Sina Weibo and other microblogging websites in China are getting ready for the government to impose stronger regulations and more censorship following a series of disruptive events exacerbated by or caused by communication via social media in the world’s second largest economy.
Sina Weibo is operated by Sina Corporation, which launched the website in August 2009. Sina Weibo is the most popular micro-blogging website in a country with at least 420 million internet users, the most internet users in any single country in the world.
Charles Chao, chief executive for Sina Corporation, said the company has been, for the last 2 or 3 months, “been looking into how to establish a trust system”, in order to address the chance that social media will be socially disruptive, cause instability, and also simplify the way content is controlled. Chao noted that vendors on e-commerce websites get rated by their customers, so this is one possible method.
Mr. Chao’s comments are a strong indication that China will impose tighter control on social media following a string of events where these websites were used to express strong criticism towards the government.
In August people living in Dalian, in northeastern China, used Weibo to organize huge demonstrations to protest a toxic petrochemical plant located near residential areas, causing authorities to agree to relocate it.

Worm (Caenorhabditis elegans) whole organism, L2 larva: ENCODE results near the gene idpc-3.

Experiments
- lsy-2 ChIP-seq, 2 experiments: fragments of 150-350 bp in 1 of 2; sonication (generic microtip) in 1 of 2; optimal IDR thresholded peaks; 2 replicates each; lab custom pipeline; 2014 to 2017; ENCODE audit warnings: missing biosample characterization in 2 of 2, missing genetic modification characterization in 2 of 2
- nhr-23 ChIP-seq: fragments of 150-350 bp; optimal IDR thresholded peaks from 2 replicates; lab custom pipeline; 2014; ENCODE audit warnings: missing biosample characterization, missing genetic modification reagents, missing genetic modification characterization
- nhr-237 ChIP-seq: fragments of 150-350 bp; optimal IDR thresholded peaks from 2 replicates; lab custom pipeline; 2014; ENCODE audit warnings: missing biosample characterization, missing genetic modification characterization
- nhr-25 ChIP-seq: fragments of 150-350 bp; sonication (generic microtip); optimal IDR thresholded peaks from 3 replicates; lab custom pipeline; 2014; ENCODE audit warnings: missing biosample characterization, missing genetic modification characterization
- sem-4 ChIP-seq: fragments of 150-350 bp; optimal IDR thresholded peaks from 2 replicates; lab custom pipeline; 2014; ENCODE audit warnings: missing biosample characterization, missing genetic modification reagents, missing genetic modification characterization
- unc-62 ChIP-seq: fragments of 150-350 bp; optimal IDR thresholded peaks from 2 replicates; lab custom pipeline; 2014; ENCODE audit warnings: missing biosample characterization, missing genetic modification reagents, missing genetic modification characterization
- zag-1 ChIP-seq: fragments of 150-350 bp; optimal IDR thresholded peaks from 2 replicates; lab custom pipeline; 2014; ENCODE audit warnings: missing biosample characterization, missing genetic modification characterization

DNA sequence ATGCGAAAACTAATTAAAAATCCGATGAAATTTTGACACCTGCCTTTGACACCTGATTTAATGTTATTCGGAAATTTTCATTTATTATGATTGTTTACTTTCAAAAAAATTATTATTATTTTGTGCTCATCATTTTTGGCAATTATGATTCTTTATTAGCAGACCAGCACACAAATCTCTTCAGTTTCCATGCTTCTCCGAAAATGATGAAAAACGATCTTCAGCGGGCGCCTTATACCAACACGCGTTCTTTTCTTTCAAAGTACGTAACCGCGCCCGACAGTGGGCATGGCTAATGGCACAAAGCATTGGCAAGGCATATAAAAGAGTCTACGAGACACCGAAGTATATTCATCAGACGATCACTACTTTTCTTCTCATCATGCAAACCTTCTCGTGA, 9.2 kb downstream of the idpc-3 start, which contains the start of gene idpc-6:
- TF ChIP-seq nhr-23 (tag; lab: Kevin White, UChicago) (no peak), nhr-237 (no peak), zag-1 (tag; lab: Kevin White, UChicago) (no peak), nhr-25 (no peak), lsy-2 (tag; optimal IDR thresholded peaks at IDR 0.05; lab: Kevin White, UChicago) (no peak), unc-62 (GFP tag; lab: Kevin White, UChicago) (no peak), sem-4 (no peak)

Anger and shock were the emotional reactions when news spread via Weibo this month of a 15 year old boy, the son of a prominent and high ranking general, attacked a couple in a road rage outburst. Fifteen year old Li Tianyi, who was not old enough to drive, was driving a BMW without license plates in Beijing, flew into a rage when a couple were blocking his way. Tianyi and another boy quickly got out of the car and assaulted the couple. The news travelled quickly on Weibo and outraged the citizenry because of the favored treatment the elite enjoy.
Tianyi was arrested, tried, and sentenced to a year in juvenile detention for his crime.
Another well publicized and much talked about story on Weibo that put pressure on the authorities followed a rail crash in July this year, in which 40 people were killed. Communication via Weibo from the crash site and eyewitness reports caused authorities to change the way they were handling the rescue, and how families of victims were reimbursed.